Brown: To be able to use our voices in such a forward way, standing for the things that we really truly believe in, was really important for me. It's really special when we see the audience relate to it and sing along and do the choreography. It just feels like we're united and that we're going to be okay.

Malik: [Our tour had some] all-ages shows, and you could see teenagers. And they were screaming the lyrics, and I got such chills on that stage watching them. I felt like they felt supported. Okay, there are older women fighting for us. Even if the government isn't, we're here fighting to try and make sure that things don't go so far to the right.

"Echo In The Chamber" is about gun control and we've actually launched a postcard writing campaign; it's a letter to senators that we're going to be including this on the mailouts with all of the vinyl …a campaign to help support the Background Check Expansion Act. We need to do something to use our voice in a constructive way. We start every writing session and well, "What is it that we want to say and what are we mad about right now? What are we feeling and what's going on out there in the public?"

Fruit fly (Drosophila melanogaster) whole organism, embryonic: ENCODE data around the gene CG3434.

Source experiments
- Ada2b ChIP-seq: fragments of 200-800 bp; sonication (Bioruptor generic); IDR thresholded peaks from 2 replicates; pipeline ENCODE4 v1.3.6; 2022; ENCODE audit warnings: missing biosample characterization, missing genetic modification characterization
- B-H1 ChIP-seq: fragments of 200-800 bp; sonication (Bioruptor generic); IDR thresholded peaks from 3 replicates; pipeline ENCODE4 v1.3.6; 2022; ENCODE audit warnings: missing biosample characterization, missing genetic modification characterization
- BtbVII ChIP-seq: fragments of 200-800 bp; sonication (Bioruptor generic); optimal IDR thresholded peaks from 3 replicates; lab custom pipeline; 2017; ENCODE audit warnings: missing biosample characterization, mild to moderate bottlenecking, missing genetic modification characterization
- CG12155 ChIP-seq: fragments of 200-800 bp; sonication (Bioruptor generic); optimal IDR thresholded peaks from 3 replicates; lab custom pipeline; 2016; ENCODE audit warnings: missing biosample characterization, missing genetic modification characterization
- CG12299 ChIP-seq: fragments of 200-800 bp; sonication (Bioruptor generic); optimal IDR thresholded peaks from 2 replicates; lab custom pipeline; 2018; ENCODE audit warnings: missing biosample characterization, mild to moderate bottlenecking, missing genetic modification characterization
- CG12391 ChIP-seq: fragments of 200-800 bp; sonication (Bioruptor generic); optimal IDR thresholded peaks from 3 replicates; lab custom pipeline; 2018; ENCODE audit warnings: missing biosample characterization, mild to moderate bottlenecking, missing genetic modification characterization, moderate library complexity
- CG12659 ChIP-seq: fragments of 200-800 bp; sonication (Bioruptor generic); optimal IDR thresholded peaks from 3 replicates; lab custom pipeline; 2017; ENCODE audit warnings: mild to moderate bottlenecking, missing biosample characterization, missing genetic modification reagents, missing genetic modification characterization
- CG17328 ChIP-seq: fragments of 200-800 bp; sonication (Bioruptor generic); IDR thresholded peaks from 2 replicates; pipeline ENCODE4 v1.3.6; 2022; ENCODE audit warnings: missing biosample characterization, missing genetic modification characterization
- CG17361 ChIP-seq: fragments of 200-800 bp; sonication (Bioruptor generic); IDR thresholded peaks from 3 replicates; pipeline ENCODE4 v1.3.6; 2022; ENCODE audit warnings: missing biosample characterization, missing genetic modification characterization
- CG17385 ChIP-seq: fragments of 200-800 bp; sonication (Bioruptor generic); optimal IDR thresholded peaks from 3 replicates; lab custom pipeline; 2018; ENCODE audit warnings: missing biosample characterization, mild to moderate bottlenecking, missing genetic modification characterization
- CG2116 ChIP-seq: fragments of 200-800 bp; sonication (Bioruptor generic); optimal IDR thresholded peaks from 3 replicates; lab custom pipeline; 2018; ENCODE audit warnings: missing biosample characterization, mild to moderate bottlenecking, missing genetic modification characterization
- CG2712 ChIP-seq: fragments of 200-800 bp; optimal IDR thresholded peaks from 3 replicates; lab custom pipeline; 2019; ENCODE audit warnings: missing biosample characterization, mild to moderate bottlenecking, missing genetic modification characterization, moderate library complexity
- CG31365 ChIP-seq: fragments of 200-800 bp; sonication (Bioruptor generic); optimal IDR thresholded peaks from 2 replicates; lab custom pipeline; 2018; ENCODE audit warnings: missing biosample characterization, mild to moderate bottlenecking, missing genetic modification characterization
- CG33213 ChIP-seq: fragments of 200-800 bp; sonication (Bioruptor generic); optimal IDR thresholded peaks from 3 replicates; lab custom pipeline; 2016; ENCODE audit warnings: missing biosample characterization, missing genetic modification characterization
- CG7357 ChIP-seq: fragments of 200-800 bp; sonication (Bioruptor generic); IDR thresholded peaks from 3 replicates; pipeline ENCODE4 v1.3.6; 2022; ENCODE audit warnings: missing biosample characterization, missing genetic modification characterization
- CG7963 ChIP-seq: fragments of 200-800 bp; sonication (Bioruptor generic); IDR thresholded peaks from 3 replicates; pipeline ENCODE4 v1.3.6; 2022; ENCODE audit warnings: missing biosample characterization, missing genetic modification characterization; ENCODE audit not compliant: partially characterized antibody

Our live set and a lot of our music is there to uplift, and we believe the medium is the message. And so the way in which you present messages is important for how people receive them. So I love that our protest song, "Norma," is actually a space to dance and to make people get up. To protest, to fight for your rights, to defend that doesn't have to be violent. It can be a celebration too.

Playing Glastonbury Four Times In 48 Hours…And Almost Getting Crushed